Chris

pacificmanitou
Posts: 1263
Joined: Wed Feb 01, 2012 2:20 pm
Real Name: Brandon
Equipment: Sama Lusso, Arrarex Caravel, Pharos 889-V, Baratza Vario, Hottop B
Location: Fairborn, Ohio

Postby pacificmanitou » Sun Aug 11, 2013 3:34 pm

Bob_McBob wrote:With basic drip tower designs like the Yama, the flow rate is set by the bed of coffee if you are using it properly. For an even extraction, you need to maintain a column of water above the coffee. After initial saturation, periodically adjust the water valve drip rate to match the brewed coffee drip rate. The coffee drip rate can be adjusted by changing grind and dose, just like any other method. It's basically like watching a perfect pourover brew in slow motion... You're also wasting a huge amount of time, because you can easily get a proper extraction with a 60-90 minute brew time.


I have finished two extractions so far, both at five hours. While this is in the normal range according to convention, should I speed it up?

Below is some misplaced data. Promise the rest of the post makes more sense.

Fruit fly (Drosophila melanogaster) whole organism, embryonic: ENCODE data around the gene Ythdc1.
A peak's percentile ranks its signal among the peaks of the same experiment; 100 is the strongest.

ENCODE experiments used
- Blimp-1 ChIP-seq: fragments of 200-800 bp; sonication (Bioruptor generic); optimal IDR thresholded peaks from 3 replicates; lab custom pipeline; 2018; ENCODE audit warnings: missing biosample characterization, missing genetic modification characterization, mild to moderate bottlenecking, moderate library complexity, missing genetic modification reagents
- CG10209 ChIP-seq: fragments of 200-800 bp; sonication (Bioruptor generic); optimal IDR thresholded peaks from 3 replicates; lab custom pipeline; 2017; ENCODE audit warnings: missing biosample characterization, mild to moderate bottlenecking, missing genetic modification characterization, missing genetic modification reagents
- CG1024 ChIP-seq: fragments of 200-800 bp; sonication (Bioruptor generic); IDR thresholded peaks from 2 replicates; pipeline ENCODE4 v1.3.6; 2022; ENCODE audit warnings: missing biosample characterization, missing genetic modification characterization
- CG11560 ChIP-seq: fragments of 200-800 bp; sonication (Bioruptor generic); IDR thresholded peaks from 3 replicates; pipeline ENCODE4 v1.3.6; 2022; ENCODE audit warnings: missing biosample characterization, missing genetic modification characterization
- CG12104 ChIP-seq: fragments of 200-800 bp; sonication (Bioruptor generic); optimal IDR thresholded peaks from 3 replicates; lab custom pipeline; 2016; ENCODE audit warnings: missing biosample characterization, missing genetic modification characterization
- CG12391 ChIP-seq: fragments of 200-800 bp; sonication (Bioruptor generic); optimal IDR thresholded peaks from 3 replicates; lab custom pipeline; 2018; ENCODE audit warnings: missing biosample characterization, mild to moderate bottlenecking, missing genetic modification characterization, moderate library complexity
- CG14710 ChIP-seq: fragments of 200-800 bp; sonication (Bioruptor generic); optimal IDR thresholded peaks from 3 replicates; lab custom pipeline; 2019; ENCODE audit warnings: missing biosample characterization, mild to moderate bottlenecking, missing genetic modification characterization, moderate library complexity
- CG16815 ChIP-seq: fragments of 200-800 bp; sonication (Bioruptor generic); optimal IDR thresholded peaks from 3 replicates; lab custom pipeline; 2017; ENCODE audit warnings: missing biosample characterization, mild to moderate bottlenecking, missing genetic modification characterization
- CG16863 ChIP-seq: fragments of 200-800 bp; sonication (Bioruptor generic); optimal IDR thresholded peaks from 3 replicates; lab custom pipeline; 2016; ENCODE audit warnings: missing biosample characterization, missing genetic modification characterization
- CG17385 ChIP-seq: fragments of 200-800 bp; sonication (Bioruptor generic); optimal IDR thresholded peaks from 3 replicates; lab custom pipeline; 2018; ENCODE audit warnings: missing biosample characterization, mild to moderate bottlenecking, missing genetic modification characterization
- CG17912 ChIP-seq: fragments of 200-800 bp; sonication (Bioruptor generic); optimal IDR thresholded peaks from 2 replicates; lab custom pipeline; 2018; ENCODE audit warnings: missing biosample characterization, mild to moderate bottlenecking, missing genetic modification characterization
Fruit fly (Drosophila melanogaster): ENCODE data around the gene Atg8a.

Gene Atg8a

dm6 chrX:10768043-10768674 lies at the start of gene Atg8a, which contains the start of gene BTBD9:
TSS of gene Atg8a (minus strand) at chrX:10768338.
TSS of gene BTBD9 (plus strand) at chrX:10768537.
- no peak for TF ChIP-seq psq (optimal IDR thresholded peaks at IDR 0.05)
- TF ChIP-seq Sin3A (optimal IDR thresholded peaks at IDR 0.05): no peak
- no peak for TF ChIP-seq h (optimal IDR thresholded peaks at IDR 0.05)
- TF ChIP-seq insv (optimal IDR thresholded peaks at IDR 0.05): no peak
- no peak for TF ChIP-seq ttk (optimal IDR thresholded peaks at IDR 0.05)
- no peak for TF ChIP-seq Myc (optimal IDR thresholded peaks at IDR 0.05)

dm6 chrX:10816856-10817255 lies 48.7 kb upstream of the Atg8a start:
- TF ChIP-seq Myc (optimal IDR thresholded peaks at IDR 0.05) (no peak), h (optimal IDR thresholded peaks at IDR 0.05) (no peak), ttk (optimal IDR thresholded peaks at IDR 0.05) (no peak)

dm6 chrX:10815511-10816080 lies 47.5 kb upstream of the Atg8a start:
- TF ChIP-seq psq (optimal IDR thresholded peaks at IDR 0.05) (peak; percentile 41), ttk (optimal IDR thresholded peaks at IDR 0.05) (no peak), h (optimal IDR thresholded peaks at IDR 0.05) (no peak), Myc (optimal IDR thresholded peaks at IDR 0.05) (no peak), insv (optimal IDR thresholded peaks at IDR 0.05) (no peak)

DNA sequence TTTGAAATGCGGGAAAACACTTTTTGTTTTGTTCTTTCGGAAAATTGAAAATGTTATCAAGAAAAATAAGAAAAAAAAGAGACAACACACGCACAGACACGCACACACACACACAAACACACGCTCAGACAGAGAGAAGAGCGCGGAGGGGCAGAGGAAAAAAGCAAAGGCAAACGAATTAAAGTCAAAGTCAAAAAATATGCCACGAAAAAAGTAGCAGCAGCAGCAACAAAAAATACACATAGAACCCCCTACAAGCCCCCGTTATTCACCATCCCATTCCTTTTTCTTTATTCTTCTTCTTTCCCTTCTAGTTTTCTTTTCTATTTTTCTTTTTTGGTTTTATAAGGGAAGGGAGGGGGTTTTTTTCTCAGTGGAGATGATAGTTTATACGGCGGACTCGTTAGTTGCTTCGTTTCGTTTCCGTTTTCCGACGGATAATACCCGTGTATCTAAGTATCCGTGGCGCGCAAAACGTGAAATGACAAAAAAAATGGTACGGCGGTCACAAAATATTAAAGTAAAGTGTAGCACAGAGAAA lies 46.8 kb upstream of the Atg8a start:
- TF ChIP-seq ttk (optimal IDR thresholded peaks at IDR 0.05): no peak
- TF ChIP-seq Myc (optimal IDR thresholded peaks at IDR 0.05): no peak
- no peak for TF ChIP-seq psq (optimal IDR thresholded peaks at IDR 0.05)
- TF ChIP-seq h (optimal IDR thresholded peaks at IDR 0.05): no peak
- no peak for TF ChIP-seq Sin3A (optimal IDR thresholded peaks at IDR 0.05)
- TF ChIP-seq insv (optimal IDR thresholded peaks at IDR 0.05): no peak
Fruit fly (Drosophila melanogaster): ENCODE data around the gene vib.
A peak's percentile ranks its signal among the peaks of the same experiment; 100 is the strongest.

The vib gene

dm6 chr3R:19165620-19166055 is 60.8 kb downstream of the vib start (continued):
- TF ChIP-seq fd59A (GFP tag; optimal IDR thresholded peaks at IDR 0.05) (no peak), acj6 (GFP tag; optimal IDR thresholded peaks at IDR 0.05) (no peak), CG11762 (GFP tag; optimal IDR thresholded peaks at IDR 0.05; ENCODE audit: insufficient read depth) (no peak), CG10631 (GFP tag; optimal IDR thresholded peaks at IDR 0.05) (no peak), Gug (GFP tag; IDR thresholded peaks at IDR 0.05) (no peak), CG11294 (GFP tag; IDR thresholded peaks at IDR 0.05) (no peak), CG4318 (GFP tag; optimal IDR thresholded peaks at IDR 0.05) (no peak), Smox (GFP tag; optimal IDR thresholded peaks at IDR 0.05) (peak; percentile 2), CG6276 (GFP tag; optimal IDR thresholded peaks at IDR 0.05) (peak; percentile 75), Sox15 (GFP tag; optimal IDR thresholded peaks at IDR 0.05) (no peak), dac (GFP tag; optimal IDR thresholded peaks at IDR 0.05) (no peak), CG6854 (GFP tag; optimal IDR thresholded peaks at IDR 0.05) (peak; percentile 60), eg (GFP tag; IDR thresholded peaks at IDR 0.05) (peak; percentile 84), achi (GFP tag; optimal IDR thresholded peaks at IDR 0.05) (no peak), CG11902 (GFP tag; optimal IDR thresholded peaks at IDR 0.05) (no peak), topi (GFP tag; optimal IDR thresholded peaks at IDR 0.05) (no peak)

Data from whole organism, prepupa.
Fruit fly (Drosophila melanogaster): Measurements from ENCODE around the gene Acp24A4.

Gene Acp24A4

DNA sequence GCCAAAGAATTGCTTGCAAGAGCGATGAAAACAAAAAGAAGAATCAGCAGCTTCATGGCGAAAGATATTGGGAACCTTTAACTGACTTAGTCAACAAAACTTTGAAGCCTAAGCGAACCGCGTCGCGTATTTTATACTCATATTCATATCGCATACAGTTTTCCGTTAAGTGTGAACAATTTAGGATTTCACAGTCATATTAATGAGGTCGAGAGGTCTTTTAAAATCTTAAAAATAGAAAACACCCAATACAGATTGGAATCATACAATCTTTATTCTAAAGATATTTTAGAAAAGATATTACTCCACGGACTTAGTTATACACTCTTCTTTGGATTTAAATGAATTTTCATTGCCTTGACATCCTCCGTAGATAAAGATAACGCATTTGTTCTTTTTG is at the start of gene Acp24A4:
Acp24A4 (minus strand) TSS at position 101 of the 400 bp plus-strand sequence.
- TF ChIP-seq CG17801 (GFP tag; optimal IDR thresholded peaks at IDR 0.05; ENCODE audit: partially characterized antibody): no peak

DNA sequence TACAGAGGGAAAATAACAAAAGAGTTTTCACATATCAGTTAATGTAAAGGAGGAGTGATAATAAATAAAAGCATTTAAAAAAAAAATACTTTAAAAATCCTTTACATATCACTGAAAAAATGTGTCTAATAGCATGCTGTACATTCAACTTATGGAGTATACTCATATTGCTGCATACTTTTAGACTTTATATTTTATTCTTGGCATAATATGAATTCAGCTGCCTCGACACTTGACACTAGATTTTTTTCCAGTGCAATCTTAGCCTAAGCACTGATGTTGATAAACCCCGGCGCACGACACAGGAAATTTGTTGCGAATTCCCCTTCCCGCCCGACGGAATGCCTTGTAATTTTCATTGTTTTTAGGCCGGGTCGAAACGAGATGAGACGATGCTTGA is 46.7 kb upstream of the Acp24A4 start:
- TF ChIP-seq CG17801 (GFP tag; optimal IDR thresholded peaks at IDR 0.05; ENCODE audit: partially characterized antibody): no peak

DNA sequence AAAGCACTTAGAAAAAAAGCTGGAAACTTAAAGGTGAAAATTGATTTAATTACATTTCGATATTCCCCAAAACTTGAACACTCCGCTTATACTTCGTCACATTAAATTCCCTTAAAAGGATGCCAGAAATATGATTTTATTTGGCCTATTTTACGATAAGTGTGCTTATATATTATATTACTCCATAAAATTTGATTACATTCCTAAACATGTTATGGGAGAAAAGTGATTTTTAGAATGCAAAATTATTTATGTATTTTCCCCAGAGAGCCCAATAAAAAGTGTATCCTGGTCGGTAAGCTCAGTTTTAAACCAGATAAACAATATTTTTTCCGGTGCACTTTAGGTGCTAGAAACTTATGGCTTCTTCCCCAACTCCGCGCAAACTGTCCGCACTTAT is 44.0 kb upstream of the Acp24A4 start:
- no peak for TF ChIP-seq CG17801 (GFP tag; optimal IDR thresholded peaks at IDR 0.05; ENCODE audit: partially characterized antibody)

LMWDP #366

Nuprin
Posts: 167
Joined: Thu Oct 15, 2009 1:19 pm
Real Name: Mike
Equipment: Linea 3 Group, Quamar M80, Mazzer Robur, Compak K10WBC, Baratza Vario & Virtuoso
Location: Raleigh, NC

Postby Nuprin » Thu Aug 15, 2013 10:51 am

Have to disagree. We have 2 large Yama brewers and 1 small brewer at the shop. I experimented with multiple grind settings, drip rates, water temperature and such. We use a very coarse grind, basically a little finer than Press. Our drip rate is about 1 drop per second or two. The problem with using a finer grind is that it will clog and you get very little output out the middle section into the beaker below. The key is to pre-wet the bed of coffee so that all the grounds are saturated before placing the filter on top and starting the drip.

Darker roasted coffees using this process usually resulted in a good cup the next day. However, lighter roasted coffees like Africans were OK the first few day but by giving it 5-10 days to age, the coffee became amazingly delicious; full of fruit notes and smooth.

I've also been to Blue Bottle and tried their ice coffee and was not impressed; too strong, bitter and over extracted. Tried Toddy and Japanese iced coffee method as well and found the aged slow drip still produces the most clean and unique flavors of any method.

User avatar
Bob_McBob
Posts: 1863
Joined: Wed Jan 21, 2009 7:12 pm
Real Name: Chris Birkett
Equipment: Yes
Location: Waterloo, ON, Canada

Postby Bob_McBob » Thu Aug 15, 2013 11:08 am